18 01 2010

Each Martin Luther King Day I find myself excited.

It’s a day for me to contemplate freedom.

What does it mean to be free?

What does it mean for me to be free within the context of the life I have now?

How can I free myself from the trappings of my mind in my beliefs and perceptions that are tainted with wounds from the past?

What qualities must I cultivate and possess as someone who is free?

I have experienced my own specific share of not being free in my life. I have been discriminated against because I am a woman and because I am gay. I have felt ashamed and silenced about things that have happened to me and about who I am.

While this is not anywhere near the level on a global scale that other people in the world go through in terms of not being free, each person’s pain and suffering is relative, so I cannot minimize my own suffering while maximizing others, even though on a basic level I understand that I am not starving or thirsty, and am therefore in a better position to actually access/experience true human freedom.

We must each engage the ways we are not free where we live with what presents itself. We don’t have another life to work with.

Two of my heroes are Martin Luther King and Nelson Mandela. When I think about what it means to be free, I think of these two people.

Dr. King is my example of the power of well-thought-out passionate words and maintaining one’s dignity in the midst of injustice that could leave one speechless and crazy. You seldom see him without a tie.

Nelson Mandela is my example of the whole often confusing idea of forgiveness. His work with Desmond Tutu on the creation of the Truth and Reconciliation Committee in South Africa has had a powerful influence on my own life like no other singular idea. You seldom see him without a smile.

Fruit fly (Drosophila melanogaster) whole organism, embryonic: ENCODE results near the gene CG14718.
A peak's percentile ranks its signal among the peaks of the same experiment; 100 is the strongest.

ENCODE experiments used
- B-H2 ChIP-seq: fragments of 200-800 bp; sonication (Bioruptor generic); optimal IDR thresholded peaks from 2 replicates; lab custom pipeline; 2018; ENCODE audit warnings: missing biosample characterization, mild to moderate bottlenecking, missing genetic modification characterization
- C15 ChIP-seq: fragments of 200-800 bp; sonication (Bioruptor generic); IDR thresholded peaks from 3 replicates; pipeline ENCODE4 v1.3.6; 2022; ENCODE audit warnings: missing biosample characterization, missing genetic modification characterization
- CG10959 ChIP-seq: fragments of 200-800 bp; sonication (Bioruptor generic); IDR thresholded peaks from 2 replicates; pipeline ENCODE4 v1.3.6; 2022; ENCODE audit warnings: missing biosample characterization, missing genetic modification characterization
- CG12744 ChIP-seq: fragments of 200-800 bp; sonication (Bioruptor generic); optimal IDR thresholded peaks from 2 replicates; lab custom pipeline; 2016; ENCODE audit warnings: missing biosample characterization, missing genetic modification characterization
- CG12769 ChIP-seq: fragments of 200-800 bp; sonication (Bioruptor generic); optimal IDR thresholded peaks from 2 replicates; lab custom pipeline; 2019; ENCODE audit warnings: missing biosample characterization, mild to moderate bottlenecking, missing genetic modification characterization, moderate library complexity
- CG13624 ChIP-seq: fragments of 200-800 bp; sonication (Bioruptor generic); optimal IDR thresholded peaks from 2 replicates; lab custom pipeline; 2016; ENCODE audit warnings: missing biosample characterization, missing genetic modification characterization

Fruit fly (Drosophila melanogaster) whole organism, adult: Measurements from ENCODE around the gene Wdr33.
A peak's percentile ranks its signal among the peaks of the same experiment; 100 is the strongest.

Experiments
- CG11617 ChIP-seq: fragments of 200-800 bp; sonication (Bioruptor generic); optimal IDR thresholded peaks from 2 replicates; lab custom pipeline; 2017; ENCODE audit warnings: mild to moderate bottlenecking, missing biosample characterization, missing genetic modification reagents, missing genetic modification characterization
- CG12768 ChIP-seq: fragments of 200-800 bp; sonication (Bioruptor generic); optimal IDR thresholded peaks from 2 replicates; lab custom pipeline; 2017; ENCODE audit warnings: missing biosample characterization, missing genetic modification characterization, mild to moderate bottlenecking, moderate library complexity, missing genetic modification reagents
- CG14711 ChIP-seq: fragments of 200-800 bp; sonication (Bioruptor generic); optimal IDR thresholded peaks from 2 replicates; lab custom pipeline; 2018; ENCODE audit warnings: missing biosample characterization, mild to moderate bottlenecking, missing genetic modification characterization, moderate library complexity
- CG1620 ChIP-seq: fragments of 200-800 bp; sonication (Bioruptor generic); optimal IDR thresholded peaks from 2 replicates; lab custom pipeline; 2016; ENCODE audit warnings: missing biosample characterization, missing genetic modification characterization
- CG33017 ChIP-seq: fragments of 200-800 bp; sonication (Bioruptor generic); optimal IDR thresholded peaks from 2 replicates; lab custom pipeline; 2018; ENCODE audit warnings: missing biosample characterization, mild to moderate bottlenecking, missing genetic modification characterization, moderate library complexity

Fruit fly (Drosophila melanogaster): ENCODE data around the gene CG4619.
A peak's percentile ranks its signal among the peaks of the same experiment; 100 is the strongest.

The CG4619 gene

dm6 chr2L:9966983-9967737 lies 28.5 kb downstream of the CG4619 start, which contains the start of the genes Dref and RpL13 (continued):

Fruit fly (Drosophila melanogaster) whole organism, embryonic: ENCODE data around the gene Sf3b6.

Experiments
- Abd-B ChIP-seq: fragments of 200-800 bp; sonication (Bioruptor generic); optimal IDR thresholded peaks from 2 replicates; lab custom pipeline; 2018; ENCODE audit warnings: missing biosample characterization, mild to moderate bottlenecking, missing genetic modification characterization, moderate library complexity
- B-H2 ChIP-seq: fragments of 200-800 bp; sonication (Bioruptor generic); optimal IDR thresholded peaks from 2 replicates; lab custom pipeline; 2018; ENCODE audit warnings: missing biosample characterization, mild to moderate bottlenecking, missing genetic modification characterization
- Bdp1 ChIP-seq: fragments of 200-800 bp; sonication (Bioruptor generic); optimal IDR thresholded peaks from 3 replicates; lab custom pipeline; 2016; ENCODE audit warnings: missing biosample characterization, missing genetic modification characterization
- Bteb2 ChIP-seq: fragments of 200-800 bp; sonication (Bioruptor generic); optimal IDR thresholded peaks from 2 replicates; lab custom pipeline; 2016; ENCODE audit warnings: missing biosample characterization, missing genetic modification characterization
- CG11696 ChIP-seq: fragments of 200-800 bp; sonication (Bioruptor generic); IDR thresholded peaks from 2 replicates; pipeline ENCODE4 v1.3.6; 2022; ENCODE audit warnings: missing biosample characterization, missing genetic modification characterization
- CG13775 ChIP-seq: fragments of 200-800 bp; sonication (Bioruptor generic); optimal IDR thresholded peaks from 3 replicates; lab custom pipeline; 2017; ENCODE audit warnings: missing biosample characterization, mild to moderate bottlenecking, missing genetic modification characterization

In Architecture and in Yoga, there is a saying; “Form brings freedom.”

When I think about King and Mandela, I see in them a one-pointed focus as to what their lives were about. They kept their eyes on the ball and on the prize. They embodied in speech and action the very principles they believed would set millions of people free.

Freedom is a natural human proclivity. All of us want to be free. We all know people who are willing to give their life so that others can be free.

There is a discipline to freedom. Of staying with the thing until the rock moves. Of not giving up, remaining as best as we can, open-hearted and present in the face of injustice. Of continuing to work with ourselves and others in a way that serves the greater good.

As King and Mandela know, freedom is not a singular thing. We are interconnected.

No one is free until all are free.

May it begin with me and my life. May I free myself so that others may be free.




5 responses

18 01 2010

This is so lovely. Thank you.

18 01 2010
Kate T.W.

This is inspiring, and reminds me of the lyrics of one of my favorite songs by Bob Marley, Redemption Song, ‘Emancipate yourself from mental slavery, none but ourselves can free our minds…’

19 01 2010

This is beautiful. I was just today also discussing the traits that make MLK, Jr. and Mandela so remarkable. Their capacity to forgive leaves me breathless. And I could discuss the intricacies of freedom for hours. I lived in Eastern Europe shortly after the Wall came down; I gained an entirely different perspective of freedom from the one I’d learned as a woman growing up in post-60s America.

Thank you so much for engaging in this topic. It is worthy of many more conversations, and worthy of remembering to honor and pursue every day. Neither MLK, Jr. nor Mandela needed a holiday to expand the concept of freedom. I intend to follow their lead, as I know you do too.

19 01 2010

Thank you for yet another profound contemplation.

19 01 2010

Thank you for such an inspiring post, Bindu. Two beautiful men.

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